Propellant and Spin Up/Down
In our spacecraft two thrusters, one on each end of the craft, are placed in opposite directions in order to spin up and down the spacecraft to attain the angular velocity needed to generate 1G. Their thrusts have the same value, so the following calculations deal with only one thrust for simplicity.
If T1 is one thrust, J is the moment of inertia (a constant that measures resistance to inertia), and w is the angular speed, then:
T1 * Rc = J * w (d/dt) (6)
For a collection of discrete bodies, J is defined as:
Using (7) and substituting in (6),
T1 * Rc = (Mc * w * Rc2) * (d/dt) (8)
T1 = Mc * Rc (dw/dt) (9)
In (9), Mc and Rc are not affected as time passes because they are constants. In this model, the tether is rigid and of a constant length. Though we have included propellant in the Mc mass, propellant consumption is negligible in terms of the change in mass and does not affect the equation.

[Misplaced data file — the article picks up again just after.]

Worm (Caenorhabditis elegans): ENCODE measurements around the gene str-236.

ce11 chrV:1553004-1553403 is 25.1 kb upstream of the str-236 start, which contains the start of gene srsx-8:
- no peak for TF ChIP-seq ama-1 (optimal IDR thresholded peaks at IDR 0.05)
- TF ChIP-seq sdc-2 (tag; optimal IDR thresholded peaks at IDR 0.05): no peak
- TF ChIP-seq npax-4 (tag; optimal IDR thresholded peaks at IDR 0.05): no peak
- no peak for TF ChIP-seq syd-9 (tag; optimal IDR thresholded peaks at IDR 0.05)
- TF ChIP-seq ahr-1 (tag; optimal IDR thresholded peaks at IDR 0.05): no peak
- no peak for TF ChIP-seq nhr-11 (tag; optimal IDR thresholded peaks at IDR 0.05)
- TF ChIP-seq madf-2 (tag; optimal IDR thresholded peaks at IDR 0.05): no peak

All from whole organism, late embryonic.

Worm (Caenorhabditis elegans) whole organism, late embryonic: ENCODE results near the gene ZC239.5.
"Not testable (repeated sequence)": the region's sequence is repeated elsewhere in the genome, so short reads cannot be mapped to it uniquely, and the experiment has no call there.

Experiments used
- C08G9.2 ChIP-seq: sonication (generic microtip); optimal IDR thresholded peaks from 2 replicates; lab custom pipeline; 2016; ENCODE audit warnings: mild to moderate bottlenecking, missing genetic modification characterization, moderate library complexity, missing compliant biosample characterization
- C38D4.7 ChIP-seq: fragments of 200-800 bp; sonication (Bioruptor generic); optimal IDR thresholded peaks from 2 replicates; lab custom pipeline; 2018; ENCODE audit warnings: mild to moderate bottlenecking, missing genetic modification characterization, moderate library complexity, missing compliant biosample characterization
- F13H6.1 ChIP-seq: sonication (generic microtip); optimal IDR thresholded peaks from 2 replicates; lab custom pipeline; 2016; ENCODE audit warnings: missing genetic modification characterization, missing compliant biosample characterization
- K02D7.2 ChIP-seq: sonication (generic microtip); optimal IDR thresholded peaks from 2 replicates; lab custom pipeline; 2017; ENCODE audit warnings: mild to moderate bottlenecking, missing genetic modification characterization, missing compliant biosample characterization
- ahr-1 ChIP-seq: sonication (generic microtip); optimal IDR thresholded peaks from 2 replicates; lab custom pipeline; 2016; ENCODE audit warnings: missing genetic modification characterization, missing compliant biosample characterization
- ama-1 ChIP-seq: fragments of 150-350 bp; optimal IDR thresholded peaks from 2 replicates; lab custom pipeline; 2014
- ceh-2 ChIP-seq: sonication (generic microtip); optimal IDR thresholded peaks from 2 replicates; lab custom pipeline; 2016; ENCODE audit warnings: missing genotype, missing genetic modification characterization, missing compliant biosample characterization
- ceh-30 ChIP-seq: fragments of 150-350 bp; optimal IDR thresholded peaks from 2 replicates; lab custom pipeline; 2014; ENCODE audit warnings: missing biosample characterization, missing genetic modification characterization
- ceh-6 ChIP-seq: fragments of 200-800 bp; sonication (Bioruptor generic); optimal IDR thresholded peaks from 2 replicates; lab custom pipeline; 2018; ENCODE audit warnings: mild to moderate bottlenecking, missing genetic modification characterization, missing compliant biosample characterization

From (9) we can separate variables.
T1 * dt = Mc * Rc * dw (10)
Initial angular speed (w0 ) is 0, and Mc and Rc are constants,
I (T1 * dt) = Mc * Rc * w (11)
By definition, the specific impulse (Isp ) is the thrust achieved per flow of propellant rate. It is defined by the equation:
Isp = T/[g * (dm/dt)] (12)
T * dt = Isp * dm * g (13)
Isp and g are constants, and the initial mass of propellant (m0 ) is zero, so after integrating :
T * dt = Isp * m * g (14)
Combining equations (11) and (14),
m = (Mc * Rc * w)/(Isp * g) (16)
As stated before, m is only the mass of propellant for one thruster, and there are two thrusters that must spin-up and down twice (for the trip to Mars, and then back to Earth). Therefore, our final equation is:
mtotal propellant = (8 * Mc * Rc * w)/(Isp * g) (17)
which determines the total mass of propellant needed for the spin up and down cycles as a function of the specific impulse of the propulsive system chosen, the mass of the crew compartment and the radius of the tether.